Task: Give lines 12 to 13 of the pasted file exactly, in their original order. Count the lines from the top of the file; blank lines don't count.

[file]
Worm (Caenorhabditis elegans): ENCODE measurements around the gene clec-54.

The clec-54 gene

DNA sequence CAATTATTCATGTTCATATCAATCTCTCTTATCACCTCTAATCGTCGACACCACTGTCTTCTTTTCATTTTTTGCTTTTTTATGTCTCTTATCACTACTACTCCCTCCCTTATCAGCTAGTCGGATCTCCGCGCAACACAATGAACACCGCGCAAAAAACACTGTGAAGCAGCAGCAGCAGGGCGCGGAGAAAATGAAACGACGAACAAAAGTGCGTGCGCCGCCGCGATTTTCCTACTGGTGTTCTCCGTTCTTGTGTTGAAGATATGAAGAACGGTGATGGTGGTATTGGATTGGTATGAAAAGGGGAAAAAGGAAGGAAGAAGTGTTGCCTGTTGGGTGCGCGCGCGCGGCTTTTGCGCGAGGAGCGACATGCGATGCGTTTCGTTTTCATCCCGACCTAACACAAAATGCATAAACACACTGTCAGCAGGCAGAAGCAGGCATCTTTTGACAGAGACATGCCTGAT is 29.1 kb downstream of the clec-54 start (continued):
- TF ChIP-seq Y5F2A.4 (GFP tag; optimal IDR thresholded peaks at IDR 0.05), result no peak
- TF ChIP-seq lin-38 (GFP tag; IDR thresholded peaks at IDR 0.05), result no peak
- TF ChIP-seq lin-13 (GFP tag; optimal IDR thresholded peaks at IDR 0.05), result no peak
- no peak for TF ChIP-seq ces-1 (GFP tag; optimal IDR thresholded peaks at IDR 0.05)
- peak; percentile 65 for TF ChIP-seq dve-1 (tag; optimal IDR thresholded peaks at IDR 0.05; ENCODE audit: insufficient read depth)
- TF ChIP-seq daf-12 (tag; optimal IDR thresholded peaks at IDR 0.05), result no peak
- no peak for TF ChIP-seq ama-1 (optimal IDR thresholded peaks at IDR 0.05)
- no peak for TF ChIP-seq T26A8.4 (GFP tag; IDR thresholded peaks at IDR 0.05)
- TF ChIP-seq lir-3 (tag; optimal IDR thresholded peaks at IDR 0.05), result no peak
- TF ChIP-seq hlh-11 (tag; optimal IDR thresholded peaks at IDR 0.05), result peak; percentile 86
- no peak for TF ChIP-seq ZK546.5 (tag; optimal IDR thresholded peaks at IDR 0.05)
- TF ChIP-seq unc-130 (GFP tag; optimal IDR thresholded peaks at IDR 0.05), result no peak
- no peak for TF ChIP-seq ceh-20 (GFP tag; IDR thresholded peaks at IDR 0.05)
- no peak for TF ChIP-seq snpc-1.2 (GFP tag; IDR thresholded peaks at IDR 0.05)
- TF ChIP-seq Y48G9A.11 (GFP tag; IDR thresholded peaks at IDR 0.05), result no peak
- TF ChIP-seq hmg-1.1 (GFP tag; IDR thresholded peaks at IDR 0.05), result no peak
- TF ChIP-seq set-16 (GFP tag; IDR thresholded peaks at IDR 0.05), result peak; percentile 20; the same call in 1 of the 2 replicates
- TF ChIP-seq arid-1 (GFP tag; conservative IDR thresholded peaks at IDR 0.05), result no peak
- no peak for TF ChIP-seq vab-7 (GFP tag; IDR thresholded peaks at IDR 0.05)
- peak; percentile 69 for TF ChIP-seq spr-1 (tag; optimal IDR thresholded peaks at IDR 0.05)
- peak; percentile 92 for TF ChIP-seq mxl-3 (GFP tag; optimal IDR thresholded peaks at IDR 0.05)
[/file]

- TF ChIP-seq lir-3 (tag; optimal IDR thresholded peaks at IDR 0.05), result no peak
- TF ChIP-seq hlh-11 (tag; optimal IDR thresholded peaks at IDR 0.05), result peak; percentile 86